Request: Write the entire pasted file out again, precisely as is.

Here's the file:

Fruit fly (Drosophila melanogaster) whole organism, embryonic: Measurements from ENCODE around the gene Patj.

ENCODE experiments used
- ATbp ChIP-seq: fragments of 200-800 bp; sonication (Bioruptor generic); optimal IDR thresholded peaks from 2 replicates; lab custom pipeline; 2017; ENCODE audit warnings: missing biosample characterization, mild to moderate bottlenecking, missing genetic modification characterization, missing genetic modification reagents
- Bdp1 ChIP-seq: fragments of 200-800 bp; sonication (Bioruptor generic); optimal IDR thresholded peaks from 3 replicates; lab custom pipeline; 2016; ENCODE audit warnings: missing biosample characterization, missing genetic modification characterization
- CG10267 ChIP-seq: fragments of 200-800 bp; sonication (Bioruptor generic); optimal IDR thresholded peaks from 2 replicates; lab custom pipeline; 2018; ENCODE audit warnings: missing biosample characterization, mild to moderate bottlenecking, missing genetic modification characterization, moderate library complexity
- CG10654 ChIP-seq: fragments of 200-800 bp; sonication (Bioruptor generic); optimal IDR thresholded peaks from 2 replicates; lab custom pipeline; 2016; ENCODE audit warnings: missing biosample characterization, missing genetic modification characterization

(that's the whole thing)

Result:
Fruit fly (Drosophila melanogaster) whole organism, embryonic: Measurements from ENCODE around the gene Patj.

ENCODE experiments used
- ATbp ChIP-seq: fragments of 200-800 bp; sonication (Bioruptor generic); optimal IDR thresholded peaks from 2 replicates; lab custom pipeline; 2017; ENCODE audit warnings: missing biosample characterization, mild to moderate bottlenecking, missing genetic modification characterization, missing genetic modification reagents
- Bdp1 ChIP-seq: fragments of 200-800 bp; sonication (Bioruptor generic); optimal IDR thresholded peaks from 3 replicates; lab custom pipeline; 2016; ENCODE audit warnings: missing biosample characterization, missing genetic modification characterization
- CG10267 ChIP-seq: fragments of 200-800 bp; sonication (Bioruptor generic); optimal IDR thresholded peaks from 2 replicates; lab custom pipeline; 2018; ENCODE audit warnings: missing biosample characterization, mild to moderate bottlenecking, missing genetic modification characterization, moderate library complexity
- CG10654 ChIP-seq: fragments of 200-800 bp; sonication (Bioruptor generic); optimal IDR thresholded peaks from 2 replicates; lab custom pipeline; 2016; ENCODE audit warnings: missing biosample characterization, missing genetic modification characterization